Call for applications: World Social Science Fellows

The International Social Science Council (ISSC) invites applications from outstanding early career social scientists around the world to become World Social Science Fellows and participate in a seminar on Big Data in an Urban Context, November 30 to December 4, 2015, Xiamen, China.

The deadline for applications is August 24, 2015.

This seminar is organized in partnership with CODATA, an interdisciplinary Scientific Committee of the International Council for Science (ICSU), which works to improve the quality, reliability, management and accessibility of data of importance to all fields of science and technology.

The seminar is hosted by the International Council of Science International Programme Office on Urban Health and Wellbeing at the Institute of Urban Environment (IUE) in Xiamen, China.


New Releases through 2015-07-19

Below is a list of new data collection additions to the ICPSR data archive along with a list of released data collections that have been updated:

New Additions



Free online training manual for Secondary Data Analysis

Twenty researchers from across the country and from across many academic disciplines and career stages attended NAHDAP’s summer program workshop on Secondary Data Analysis presented by Dr. Lisa Dierker of Wesleyan University. For three days at the end of June attendees worked collaboratively and individually on their research projects, primarily using data from NAHDAP.

For those who did not come to Ann Arbor to take the course or who want a refresher on secondary analysis, Dr. Dierker has created a free online training manual entitled "Passion Driven Statistics: A Supportive, Project Based, Multidisciplinary, Introductory Course" which she shared with the workshop participants. The manual was developed in part through a grant from the National Science Foundation.

Resources from the workshop will be posted to the Training section of the NAHDAP Website soon.


New Releases through 2015-07-12

Below is a list of new data collection additions to the ICPSR data archive along with a list of released data collections that have been updated:

New Additions



          New Releases through 2015-07-05

          Below is a list of new data collection additions to the ICPSR data archive along with a list of released data collections that have been updated:

          New Additions


          Q&A: ICPSR's partnership with SEAD

          In case you missed the announcement in the most recent ICPSR Bulletin newsletter, the Sustainable Environment Actionable Data (SEAD) Project, directed by Margaret Hedstrom, moved to ICPSR earlier this year. Hedstrom is the Robert M. Warner Collegiate Professor at the University of Michigan School of Information and faculty associate at ICPSR.

          What is SEAD?
          SEAD is a National Science Foundation-funded project to create data services for sustainability science research.  SEAD provides project spaces in which scientists manage, find, and share data, and connects them to repositories (including ICPSR) that will provide long-term access and preservation of data.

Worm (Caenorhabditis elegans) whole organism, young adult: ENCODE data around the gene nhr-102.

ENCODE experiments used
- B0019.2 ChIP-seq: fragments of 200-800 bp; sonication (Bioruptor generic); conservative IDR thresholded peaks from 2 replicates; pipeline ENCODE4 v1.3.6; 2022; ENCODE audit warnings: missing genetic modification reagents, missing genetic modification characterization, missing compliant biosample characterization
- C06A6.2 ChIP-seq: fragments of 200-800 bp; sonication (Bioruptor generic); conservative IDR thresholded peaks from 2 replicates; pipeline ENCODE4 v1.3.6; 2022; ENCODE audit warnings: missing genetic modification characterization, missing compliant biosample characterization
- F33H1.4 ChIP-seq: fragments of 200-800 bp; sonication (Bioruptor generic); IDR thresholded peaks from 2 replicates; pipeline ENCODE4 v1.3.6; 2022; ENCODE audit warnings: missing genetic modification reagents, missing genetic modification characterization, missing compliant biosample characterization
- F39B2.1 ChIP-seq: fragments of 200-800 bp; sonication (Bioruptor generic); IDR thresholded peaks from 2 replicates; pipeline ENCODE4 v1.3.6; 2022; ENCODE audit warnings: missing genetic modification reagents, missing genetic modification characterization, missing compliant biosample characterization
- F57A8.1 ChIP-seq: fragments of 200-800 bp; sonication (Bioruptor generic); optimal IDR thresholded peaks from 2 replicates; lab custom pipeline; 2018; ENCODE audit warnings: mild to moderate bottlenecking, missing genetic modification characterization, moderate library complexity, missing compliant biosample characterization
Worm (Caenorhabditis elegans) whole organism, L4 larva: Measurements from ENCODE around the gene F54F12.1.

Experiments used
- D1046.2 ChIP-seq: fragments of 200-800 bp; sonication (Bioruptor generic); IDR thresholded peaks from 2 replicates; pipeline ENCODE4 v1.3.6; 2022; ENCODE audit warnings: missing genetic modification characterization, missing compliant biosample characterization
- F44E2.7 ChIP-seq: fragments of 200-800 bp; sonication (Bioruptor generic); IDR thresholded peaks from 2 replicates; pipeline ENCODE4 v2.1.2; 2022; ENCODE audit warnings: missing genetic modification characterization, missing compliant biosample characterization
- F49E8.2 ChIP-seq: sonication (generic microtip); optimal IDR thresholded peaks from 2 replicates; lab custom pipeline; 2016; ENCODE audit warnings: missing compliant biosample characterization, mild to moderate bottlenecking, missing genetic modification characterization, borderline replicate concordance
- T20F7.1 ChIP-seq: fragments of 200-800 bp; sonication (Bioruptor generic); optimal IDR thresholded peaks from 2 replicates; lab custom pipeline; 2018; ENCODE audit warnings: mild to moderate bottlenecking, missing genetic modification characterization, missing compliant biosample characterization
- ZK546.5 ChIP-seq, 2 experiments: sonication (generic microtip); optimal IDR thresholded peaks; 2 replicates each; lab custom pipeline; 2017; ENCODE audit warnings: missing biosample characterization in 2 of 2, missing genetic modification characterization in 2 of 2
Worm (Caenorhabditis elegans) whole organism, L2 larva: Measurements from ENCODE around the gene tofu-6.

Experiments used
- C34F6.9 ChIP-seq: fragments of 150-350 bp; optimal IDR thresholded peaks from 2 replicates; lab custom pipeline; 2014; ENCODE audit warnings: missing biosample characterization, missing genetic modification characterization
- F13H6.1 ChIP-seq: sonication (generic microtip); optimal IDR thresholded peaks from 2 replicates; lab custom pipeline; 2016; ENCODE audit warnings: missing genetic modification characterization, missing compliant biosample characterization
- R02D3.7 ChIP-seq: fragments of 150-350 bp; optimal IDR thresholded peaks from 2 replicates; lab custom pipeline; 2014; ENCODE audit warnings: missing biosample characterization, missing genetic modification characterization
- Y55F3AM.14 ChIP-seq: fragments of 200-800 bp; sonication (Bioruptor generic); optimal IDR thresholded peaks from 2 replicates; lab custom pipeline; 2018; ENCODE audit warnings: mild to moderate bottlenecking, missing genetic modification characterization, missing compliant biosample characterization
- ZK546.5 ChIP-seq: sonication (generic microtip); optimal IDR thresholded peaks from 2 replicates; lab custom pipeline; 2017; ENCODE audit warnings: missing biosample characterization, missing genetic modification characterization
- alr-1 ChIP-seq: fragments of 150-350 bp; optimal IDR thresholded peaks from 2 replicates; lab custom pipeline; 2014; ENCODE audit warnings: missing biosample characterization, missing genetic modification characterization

What makes SEAD and ICPSR good partners?
          “There is this notion of the data life cycle in SEAD, and a strong focus on curating data, which resonates with the work of ICPSR,” said SEAD Program manager Sandy Payette. ICPSR Director George Alter adds, “ICPSR has been a partner in SEAD from the beginning, and Margaret and I believe that moving SEAD to ICPSR will have many benefits. It’s a wonderful fit because they’re really doing complementary work.”

          How does SEAD impact the data life cycle?
          SEAD’s technology supports Project Spaces for researcher teams that allow for collaboration and sharing of data and testing of interactions with applications and computational environments; a Virtual Archive; and a Research Network that includes profiles, citations and publication links. Payette describes a process in which SEAD directs researchers through each step of the data life cycle. “SEAD provides the ability for scientists and project groups to collaborate, submit data, and curate data in an active Project Space. Then, the data can move to the next state of existence, which is a published state, where the data itself can become a publication. Within the SEAD environment, when that happens there’s a component known as ‘The Matchmaker,’ associated with the Virtual Archive. That’s the point where rule-based action can occur, which is, ‘where is the best place for this data to go?’ ICPSR is one of the target areas,” Payette said.

          Who does SEAD typically serve?
          Researchers who produce and analyze heterogeneous data that is unique and at a fine resolution and granularity
          Researchers who need to collaborate with others to make scientific advances
          Researchers who lack access to reliable cyberinfrastracture for managing, sharing, analyzing, publishing and archiving data “This is a notion of a national, emerging, data infrastructure,” Payette said.

          Next steps?
          “As research in the social sciences becomes increasingly complex, SEAD provides a new set of tools to manage collaboration and data sharing,” Alter said.